The Outback Way is dubbed "Australia's longest shortcut" and is an unforgettable trip. Make sure you have your camera handy because you'll be passing through a variety of weather, landscapes, and Australian scenery. The Outback Way is a network of seven interconnected roads that runs from Winton, Queensland, to Alice Springs, Northern Territory, and Laverton, Western Australia. The 2,800-kilometer course runs right into the heart of Australia.
Day 1: Winton to Boulia (370km)
Your four-wheel-drive outback trip starts at Winton, Queensland, the origin of the classic Australian folk song "Waltzing Matilda." Before you leave, take a fossicking tour and dig for dinosaur fossils at the Australian Age of Dinosaurs Museum, which has Australia's largest preparation laboratory and dinosaur fossil collection.
Australian Age of Dinosaurs
Australian Age of Dinosaurs, Dinosaur Drive, ...
Day 2: Boulia to Jervois Station (470km)
Prepare to pass into the Northern Territory the next morning and stop at Jervois Station. A basic camping space is available on this working cattle station, which is excellent for a brief overnight visit. Gather firewood and set a camp under the stars.
Jervois Station, Plenty NT, Australia
Day 3: Jervois Station to Alice Springs (350km)
Get up bright and early the next day and get back on the road. Travel 350 kilometers down the road to Alice Springs, a small town in Australia's heartland bursting with life and vibrancy. You'll need at least one full day to take in all of the unexpected sights and sounds that this town has to offer.
Day 4: Alice Springs
Alice Springs has a diverse choice of lodging and food options, as well as a jam-packed calendar of festivals, festivities, and oddities. Take a bush tucker trip to learn about Indigenous culture and eat emu sausage, kangaroo, wattleseed bread, quondong cake, and other traditional bush dishes, or visit the neighboring West MacDonnell Ranges for stunning gorges and waterholes.
Alice Springs NT, Australia
Day 5: Alice Springs to Uluru (445km)
Continue along the sealed roadway to Australia's famed symbol, Uluru, once you've completed exploring Alice Springs (Ayers Rock). Uluru is a must-see for all tourists to the Northern Territory. Yulara is only 15 minutes away and offers a variety of lodging alternatives, including camping and 5-star resorts, as well as a selection of food options.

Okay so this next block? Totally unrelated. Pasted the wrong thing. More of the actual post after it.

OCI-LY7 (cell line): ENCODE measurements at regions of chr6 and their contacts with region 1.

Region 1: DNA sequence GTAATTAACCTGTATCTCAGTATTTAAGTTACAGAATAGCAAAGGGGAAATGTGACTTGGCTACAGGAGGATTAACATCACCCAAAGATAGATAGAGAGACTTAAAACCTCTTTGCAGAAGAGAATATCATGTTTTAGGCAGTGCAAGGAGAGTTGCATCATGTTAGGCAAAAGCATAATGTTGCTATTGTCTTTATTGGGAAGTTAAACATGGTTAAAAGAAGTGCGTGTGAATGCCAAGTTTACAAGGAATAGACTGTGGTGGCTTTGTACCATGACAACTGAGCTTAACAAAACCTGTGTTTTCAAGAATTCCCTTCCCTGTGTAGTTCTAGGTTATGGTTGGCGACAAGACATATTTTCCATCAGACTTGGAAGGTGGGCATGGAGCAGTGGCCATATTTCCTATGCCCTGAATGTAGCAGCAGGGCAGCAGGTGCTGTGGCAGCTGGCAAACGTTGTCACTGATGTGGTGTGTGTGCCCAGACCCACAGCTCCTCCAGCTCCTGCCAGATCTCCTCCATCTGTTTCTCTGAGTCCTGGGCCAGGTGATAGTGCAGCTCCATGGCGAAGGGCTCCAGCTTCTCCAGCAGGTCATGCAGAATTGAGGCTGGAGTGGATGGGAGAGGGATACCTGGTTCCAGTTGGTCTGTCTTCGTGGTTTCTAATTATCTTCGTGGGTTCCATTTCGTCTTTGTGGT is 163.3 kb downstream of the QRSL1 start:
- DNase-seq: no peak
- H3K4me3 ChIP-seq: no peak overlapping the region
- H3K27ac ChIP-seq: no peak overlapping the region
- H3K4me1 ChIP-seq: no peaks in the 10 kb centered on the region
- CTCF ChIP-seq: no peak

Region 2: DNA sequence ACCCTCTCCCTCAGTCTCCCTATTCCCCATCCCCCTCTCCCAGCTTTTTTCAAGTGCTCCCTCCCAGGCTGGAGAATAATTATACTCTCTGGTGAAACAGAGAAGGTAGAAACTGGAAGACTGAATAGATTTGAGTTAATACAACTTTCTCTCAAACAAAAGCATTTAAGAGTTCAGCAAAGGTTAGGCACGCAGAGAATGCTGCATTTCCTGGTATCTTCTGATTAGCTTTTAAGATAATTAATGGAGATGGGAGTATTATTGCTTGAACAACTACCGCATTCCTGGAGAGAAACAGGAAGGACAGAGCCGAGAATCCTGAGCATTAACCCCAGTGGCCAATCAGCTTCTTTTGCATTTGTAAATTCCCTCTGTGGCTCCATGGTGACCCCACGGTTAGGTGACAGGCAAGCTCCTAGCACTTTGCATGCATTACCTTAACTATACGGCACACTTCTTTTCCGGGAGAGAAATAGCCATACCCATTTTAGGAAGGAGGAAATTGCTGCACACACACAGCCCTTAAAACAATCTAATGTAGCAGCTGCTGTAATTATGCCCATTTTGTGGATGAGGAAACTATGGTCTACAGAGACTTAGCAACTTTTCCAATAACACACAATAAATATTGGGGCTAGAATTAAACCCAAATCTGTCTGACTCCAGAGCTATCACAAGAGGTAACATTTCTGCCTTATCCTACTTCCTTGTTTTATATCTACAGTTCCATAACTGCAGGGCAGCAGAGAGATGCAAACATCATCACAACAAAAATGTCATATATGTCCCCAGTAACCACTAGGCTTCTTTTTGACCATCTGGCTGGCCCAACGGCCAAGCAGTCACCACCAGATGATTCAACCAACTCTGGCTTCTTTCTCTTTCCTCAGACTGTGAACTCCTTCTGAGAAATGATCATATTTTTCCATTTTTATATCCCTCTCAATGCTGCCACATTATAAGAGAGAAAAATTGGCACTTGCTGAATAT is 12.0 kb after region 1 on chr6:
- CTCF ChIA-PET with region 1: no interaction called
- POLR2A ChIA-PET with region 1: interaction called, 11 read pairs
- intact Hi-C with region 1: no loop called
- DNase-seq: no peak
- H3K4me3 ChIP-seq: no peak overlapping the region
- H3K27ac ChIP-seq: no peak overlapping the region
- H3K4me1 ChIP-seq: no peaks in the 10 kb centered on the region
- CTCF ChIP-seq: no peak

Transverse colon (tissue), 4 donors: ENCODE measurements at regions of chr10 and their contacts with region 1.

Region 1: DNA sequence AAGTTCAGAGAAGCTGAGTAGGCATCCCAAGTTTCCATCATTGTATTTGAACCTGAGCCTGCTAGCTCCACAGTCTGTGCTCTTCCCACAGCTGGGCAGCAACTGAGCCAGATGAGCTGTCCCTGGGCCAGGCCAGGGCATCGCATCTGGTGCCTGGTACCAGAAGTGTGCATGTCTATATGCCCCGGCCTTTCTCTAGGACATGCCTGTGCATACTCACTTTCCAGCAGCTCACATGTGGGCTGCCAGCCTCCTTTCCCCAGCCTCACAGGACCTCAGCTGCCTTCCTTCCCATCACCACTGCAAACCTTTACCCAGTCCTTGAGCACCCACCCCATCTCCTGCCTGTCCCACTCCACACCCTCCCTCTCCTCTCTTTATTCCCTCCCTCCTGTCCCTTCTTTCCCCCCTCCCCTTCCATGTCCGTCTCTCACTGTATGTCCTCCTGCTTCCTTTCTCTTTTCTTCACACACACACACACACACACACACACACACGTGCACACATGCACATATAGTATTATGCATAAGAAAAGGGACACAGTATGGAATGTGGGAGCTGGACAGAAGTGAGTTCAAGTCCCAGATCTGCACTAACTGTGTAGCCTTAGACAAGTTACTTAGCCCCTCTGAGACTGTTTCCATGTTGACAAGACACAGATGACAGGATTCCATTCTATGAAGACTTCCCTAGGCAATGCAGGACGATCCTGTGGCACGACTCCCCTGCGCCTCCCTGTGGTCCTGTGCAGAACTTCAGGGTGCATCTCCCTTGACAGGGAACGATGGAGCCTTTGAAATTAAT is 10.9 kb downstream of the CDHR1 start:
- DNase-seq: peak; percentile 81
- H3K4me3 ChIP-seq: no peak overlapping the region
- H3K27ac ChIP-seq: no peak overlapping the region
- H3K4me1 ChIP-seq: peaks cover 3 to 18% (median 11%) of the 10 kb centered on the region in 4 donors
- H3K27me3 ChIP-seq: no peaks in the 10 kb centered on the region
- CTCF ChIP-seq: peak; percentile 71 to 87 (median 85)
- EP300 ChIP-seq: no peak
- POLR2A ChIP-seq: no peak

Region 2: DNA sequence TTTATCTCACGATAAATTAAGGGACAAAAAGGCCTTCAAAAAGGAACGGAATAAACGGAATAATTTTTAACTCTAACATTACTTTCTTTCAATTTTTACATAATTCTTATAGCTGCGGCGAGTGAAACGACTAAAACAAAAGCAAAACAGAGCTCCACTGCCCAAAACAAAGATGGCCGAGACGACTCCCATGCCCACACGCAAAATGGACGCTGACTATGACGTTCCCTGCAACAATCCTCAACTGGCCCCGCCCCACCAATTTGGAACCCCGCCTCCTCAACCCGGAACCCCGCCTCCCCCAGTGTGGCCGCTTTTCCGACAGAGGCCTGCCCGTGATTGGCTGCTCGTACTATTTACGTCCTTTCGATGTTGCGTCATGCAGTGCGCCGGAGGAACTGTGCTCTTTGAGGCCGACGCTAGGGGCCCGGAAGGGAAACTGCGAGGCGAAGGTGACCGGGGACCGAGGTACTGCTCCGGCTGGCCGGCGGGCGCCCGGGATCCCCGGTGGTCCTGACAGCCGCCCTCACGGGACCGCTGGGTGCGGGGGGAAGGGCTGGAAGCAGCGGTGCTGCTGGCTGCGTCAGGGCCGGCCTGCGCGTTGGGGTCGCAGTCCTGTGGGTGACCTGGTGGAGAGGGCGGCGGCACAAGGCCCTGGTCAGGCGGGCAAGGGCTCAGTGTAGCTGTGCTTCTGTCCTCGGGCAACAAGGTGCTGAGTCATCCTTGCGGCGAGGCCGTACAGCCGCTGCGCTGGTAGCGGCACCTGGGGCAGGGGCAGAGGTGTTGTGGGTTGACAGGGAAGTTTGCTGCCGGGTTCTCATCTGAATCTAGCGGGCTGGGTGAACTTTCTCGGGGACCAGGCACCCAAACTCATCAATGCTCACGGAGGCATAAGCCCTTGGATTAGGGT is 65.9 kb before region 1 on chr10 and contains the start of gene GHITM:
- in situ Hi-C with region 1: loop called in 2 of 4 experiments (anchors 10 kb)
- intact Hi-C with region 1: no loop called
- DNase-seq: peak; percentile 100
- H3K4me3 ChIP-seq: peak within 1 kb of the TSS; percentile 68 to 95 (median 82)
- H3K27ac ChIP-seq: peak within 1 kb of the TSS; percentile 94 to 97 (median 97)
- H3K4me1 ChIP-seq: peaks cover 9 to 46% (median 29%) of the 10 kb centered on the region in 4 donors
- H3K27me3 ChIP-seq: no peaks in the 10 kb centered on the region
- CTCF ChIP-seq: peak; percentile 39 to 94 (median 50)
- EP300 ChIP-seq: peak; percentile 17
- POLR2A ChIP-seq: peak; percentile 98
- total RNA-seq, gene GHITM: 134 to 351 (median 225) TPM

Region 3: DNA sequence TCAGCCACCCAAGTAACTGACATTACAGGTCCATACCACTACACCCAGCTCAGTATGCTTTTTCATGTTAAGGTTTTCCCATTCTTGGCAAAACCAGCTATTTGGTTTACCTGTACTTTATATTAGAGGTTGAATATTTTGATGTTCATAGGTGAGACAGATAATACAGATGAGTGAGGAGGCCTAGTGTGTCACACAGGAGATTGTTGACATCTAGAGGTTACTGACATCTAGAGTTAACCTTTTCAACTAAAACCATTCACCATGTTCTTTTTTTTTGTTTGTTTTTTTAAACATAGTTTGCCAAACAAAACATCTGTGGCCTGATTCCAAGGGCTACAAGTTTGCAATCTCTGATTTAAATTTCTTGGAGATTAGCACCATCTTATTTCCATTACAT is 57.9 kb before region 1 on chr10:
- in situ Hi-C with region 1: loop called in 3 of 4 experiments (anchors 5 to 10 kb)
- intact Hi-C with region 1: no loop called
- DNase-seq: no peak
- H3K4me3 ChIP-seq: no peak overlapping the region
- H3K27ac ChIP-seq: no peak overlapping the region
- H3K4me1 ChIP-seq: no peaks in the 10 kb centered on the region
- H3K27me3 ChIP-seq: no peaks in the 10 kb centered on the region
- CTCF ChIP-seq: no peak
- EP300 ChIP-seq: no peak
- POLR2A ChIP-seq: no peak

Uluru, Petermann NT, Australia
Day 6: Uluru & Kata Tjuta
There are several ways to see and experience Australia's spiritual core. Uluru is best viewed at sunrise or sunset, when the sun lights the rock and causes it to glow red and change color. Take a dawn or sunset camel excursion for an hour, or choose for the Camel to Sounds tour, which includes a 3-course Sounds of Silence meal under the stars. Take a Harley Davidson motorbike ride around the base of the rock, or take a scenic flight to see the sights from above. Kata Tjuta, often known as The Olgas, is home to over 36 spherical domes, the highest of which stands at 546 meters. Sunrise and sunset are the greatest times to see them since the colors are the most brilliant.
Kata Tjuta, Petermann NT, Australia
Day 7: Uluru to Warburton (560km)
Continue down Australia’s longest shortcut into WA, and stay in the friendly Aboriginal community of Warburton. Be sure to visit the Tjulyuru Regional Art Gallery and pick up a unique piece of Aboriginal art from the Warta Shop.
Warburton Street, Katherine NT, Australia
Day 8: Warburton to Laverton (565km)
You'll arrive at Laverton, Western Australia, for the final stage. You'll pass large salt lakes, stunning nature reserves, waterholes, caverns to explore, and natural springs to have a relaxing swim in along the way. Remember that before you reach the finish line, you'll need a permit to continue this section of the track.